• Bal256

    I love bayonets. I have one for every weapon I have that can mount one, even if I don’t foresee myself ever using it. A kabar on my mossberg 590 makes me feel very secure at night.

    • Canadian Vet

      Bayonets still have a very real place in modern combat, if only in a psychological edge capacity. Those Highlanders in Iraq must have scared the living crap out out of the insurgents when they closed in with bayonets fixed.

      I also know of a case in Afghanistan where a British platoon would fix bayonets as a SOP before going on patrol as a means to boost confidence. Turns out, their Lieutenant who had never intended to use his bayonet stumbled in a machine gun crew while they were under contact in a cannabis field (if memory serves) as they were reloading and his rifle failed so he engaged with his bayonet with grear success.

      Mind you, those are exceptions. But the modern iterations, which are a utility knife sometimes with a wire-cutter functiinality when combined with the scabbard, are no longer a primary weapon of war as they used to be.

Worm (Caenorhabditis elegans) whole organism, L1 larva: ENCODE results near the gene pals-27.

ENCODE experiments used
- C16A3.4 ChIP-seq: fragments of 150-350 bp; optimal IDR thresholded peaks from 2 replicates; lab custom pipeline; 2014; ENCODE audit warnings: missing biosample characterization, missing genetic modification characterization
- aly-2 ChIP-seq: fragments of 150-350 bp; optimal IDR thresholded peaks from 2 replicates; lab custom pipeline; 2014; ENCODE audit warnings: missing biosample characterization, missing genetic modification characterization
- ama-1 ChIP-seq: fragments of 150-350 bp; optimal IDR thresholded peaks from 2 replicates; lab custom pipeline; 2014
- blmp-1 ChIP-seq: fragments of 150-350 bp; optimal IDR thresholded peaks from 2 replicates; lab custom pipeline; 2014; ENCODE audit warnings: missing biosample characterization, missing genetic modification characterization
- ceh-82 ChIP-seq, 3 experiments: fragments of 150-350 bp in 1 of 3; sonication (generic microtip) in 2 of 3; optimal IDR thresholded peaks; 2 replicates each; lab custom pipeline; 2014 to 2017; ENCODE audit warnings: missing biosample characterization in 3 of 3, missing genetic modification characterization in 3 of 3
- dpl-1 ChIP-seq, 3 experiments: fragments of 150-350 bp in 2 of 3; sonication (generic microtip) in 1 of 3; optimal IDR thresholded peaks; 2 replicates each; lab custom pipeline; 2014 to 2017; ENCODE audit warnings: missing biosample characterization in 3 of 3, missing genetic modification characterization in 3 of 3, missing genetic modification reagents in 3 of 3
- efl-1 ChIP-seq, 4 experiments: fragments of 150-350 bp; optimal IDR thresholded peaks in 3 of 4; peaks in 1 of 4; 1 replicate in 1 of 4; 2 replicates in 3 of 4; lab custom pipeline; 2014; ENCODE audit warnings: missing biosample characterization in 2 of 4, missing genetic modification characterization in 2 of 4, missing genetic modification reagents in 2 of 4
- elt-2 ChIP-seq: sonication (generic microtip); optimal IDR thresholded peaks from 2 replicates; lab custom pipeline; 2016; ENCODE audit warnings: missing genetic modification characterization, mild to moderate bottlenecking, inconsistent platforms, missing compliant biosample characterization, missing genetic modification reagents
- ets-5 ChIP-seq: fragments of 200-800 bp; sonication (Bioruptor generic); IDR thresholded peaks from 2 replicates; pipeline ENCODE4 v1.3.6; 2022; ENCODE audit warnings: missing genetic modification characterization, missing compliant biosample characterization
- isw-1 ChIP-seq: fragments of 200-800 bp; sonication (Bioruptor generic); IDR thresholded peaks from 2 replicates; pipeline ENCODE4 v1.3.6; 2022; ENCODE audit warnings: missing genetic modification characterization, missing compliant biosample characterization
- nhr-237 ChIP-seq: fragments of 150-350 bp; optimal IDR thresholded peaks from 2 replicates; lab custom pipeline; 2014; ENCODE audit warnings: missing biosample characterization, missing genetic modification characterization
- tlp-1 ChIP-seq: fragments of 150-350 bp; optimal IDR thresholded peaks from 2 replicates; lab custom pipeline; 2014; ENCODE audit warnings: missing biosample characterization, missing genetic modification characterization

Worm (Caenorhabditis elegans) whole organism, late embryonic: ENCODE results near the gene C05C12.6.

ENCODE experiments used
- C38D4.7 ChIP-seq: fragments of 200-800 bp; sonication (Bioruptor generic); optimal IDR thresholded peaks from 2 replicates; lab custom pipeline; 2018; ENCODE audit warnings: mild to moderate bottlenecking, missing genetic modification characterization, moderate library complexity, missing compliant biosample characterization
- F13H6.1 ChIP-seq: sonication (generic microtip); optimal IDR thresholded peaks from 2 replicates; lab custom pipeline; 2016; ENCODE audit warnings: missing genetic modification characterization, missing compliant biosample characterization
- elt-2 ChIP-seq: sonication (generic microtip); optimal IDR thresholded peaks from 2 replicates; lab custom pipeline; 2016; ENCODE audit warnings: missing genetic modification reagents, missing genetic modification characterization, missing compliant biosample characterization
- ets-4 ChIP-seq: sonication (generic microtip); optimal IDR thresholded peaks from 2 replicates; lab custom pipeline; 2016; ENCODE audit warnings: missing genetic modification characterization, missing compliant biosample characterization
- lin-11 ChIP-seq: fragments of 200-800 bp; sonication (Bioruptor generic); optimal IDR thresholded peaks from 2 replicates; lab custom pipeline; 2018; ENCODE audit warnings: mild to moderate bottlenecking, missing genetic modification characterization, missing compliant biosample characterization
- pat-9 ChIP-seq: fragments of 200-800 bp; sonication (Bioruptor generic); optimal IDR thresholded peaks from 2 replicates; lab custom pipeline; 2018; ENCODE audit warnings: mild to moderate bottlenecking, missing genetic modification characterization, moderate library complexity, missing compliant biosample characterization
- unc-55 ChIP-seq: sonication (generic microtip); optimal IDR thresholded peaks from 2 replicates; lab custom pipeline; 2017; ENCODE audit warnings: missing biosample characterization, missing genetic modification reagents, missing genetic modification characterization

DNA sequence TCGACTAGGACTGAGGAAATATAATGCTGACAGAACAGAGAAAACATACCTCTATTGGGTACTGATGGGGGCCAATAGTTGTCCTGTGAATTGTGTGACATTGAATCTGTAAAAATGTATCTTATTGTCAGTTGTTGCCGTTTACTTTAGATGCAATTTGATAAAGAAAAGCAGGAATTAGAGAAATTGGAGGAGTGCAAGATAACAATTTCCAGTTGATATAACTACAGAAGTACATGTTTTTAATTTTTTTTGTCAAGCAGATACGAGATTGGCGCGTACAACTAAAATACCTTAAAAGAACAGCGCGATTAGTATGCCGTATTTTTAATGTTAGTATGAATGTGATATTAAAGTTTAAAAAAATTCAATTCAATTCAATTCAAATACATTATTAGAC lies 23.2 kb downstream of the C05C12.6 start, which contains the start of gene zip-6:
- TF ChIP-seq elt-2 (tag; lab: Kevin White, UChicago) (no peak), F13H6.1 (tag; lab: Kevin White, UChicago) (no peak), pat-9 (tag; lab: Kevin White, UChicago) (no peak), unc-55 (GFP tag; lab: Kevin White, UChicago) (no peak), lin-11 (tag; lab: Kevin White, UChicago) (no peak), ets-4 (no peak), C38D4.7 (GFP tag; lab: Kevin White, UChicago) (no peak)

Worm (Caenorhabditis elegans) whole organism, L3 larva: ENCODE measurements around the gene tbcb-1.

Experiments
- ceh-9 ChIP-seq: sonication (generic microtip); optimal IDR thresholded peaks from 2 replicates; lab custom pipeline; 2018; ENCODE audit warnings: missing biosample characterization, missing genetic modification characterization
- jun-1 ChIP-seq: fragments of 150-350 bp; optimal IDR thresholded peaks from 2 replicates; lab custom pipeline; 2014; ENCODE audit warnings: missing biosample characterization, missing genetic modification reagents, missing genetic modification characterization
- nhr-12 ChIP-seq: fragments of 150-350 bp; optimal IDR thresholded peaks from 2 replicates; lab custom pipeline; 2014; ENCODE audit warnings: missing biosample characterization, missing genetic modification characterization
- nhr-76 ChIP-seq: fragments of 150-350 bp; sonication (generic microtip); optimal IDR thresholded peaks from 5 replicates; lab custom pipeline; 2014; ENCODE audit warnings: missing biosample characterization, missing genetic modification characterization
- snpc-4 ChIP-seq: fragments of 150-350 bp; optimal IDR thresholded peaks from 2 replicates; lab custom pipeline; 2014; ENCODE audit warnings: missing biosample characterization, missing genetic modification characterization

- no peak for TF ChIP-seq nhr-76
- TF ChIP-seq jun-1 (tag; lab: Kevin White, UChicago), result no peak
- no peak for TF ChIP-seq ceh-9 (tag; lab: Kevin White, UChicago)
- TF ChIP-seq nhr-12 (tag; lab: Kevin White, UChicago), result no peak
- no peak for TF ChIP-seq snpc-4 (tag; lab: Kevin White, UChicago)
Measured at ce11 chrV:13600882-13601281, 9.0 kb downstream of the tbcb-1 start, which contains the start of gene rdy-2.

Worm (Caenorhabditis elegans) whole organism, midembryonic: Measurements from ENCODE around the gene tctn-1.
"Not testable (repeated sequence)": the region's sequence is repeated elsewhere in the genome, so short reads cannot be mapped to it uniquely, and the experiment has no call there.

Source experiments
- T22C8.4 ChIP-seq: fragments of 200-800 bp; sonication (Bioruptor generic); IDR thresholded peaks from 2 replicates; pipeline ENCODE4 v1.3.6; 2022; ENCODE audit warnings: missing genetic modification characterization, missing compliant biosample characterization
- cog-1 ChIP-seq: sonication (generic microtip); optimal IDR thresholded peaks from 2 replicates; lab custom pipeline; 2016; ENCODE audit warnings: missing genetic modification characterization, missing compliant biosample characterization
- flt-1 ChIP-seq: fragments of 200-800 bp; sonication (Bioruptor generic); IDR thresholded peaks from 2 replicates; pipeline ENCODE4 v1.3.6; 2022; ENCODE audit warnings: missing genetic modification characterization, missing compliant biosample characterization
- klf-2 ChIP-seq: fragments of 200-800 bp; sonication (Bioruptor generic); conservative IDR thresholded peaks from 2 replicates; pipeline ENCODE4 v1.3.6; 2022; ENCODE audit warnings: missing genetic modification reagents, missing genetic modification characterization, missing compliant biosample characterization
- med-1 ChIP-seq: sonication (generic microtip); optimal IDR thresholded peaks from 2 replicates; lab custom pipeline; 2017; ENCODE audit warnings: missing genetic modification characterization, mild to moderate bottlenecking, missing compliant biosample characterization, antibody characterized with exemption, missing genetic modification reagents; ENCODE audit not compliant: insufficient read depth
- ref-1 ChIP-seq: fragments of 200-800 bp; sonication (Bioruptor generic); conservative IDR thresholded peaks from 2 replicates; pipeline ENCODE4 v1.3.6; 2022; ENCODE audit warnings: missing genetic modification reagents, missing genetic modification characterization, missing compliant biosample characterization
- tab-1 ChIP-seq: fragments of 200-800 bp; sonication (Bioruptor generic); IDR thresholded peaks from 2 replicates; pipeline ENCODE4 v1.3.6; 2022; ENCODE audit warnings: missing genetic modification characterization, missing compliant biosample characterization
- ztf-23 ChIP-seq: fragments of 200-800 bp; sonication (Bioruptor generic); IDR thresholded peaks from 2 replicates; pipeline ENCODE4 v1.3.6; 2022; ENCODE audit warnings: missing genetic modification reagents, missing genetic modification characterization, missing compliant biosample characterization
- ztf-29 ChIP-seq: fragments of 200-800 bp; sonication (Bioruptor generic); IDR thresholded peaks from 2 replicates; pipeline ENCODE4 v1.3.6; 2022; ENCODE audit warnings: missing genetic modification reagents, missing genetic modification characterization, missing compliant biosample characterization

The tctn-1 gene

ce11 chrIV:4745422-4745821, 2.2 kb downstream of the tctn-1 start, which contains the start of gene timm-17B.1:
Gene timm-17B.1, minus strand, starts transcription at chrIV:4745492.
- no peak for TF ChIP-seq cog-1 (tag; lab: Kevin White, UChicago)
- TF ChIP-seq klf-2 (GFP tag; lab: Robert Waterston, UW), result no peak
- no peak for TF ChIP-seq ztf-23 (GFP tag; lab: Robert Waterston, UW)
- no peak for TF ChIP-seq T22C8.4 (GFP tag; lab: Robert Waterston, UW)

• Alex Nicolin

    Fixing bayonets to short rifles, around 80-85 cm like the M4 or L85A2 is not that useful, since they don’t extend much further than the outstretched arm in two handed attack. Modern rifles also tend to be more fragile, being build for intermediate cartridges like the 5.56x45mm, and hitting hard with a bayonet may deform the barrel or receiver enough to have an impact on accuracy.

    • I think the bayonet’s relevance is more as a field tool and marshalling weapon. If you have to herd civilians or POWs (which is one of the many duties of the soldier), it helps to have something pointy.

      As well, I think the fragileness of modern rifles has been overstated. I’ve done buttstroking tests with my AR-15, and didn’t find it to be a very weak rifle structurally. Just being built for a smaller round doesn’t make the weapon more fragile, in fact the barrels of many 5.56mm and 5.45mm rifles are thicker and stronger than their larger-caliber counterparts.

      Clearly, the example I linked in the article shows that, while far from ideal for bayonet fighting, even bullpups can be used effectively as a bayonet handle.

  • Zebra Dun

    The bayonet in riot control was to prevent a rioter from grabbing the Troops rifles, perhaps in CQB the use is the same.